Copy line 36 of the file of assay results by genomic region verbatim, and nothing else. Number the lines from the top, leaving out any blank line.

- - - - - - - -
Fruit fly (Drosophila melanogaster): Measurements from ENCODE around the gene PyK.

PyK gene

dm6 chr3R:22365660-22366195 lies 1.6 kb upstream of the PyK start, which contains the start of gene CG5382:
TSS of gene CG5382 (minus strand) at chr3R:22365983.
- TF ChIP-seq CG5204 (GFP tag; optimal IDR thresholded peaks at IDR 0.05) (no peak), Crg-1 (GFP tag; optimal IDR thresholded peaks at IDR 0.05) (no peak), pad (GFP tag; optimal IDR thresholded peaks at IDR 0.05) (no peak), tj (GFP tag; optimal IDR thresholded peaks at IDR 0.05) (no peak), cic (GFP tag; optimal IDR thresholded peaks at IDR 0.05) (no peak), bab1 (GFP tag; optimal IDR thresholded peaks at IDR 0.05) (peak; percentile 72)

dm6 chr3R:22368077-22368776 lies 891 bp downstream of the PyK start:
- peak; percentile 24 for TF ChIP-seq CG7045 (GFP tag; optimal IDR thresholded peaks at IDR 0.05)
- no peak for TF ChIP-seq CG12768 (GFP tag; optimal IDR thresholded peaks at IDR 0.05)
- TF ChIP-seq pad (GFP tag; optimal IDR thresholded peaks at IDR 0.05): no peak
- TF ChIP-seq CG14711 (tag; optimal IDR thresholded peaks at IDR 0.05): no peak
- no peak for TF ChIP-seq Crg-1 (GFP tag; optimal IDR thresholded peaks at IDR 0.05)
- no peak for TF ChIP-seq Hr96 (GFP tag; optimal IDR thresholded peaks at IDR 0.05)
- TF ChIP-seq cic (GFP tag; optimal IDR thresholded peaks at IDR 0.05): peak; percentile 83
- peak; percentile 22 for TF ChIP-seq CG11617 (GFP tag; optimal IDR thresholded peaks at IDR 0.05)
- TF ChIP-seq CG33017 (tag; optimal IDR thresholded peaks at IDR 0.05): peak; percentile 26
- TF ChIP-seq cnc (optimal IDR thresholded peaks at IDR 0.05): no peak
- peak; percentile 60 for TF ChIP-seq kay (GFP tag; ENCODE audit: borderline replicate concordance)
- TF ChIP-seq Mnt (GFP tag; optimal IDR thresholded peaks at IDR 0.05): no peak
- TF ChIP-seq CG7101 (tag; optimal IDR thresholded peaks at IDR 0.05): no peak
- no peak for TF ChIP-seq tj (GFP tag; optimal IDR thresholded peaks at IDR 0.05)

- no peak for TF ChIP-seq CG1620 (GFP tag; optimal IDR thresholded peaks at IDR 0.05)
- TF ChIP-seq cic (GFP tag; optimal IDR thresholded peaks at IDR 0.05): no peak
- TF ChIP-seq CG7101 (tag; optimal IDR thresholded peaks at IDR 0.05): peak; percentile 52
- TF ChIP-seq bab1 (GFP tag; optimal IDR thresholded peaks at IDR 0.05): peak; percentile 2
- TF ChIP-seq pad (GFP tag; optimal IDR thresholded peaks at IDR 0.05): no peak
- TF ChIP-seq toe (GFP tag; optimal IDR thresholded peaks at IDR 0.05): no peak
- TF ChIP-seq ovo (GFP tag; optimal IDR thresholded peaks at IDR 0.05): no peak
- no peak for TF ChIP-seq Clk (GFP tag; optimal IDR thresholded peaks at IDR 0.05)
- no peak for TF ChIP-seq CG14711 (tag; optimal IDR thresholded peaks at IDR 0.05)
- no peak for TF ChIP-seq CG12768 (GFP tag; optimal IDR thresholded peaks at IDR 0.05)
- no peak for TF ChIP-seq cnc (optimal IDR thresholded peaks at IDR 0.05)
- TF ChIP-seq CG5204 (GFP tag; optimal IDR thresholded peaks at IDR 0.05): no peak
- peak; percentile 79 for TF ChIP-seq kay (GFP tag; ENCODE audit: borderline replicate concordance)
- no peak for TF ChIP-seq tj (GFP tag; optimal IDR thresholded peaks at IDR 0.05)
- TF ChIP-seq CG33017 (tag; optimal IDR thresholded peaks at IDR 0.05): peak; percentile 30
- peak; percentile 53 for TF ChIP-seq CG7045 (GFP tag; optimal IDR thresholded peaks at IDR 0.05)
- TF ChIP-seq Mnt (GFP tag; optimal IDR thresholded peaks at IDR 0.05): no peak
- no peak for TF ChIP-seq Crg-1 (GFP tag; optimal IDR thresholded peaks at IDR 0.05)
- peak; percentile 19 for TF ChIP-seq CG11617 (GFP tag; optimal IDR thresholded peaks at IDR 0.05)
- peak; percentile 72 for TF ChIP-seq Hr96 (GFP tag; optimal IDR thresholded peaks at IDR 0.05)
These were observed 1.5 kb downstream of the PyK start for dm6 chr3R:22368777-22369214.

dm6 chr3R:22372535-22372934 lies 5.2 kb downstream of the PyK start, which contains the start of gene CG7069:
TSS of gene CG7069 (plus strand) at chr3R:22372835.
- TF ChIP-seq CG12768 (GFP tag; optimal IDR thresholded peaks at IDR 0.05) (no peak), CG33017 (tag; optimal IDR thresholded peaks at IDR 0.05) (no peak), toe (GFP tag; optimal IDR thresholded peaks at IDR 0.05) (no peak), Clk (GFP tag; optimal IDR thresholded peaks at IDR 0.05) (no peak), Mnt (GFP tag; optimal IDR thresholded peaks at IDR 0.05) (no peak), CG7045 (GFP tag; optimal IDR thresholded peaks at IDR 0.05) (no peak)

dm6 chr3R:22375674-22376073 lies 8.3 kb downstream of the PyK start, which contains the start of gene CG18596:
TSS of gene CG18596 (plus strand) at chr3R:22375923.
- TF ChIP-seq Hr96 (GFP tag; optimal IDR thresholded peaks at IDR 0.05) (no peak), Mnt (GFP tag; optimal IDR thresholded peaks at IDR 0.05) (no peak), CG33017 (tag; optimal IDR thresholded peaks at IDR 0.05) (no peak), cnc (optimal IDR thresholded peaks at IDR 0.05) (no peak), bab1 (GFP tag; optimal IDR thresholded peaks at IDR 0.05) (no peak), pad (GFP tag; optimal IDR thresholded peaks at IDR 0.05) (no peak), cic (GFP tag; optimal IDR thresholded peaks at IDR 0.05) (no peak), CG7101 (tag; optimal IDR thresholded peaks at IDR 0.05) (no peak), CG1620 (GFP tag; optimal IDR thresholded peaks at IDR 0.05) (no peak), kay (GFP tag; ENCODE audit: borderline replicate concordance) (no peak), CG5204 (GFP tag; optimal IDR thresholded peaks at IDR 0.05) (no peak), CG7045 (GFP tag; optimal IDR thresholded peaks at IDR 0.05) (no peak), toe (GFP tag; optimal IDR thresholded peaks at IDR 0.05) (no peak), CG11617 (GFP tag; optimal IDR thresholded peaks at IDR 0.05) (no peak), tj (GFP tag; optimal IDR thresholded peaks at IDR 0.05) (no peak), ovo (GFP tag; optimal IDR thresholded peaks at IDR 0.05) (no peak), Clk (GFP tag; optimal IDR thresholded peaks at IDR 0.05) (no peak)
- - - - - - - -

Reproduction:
- peak; percentile 53 for TF ChIP-seq CG7045 (GFP tag; optimal IDR thresholded peaks at IDR 0.05)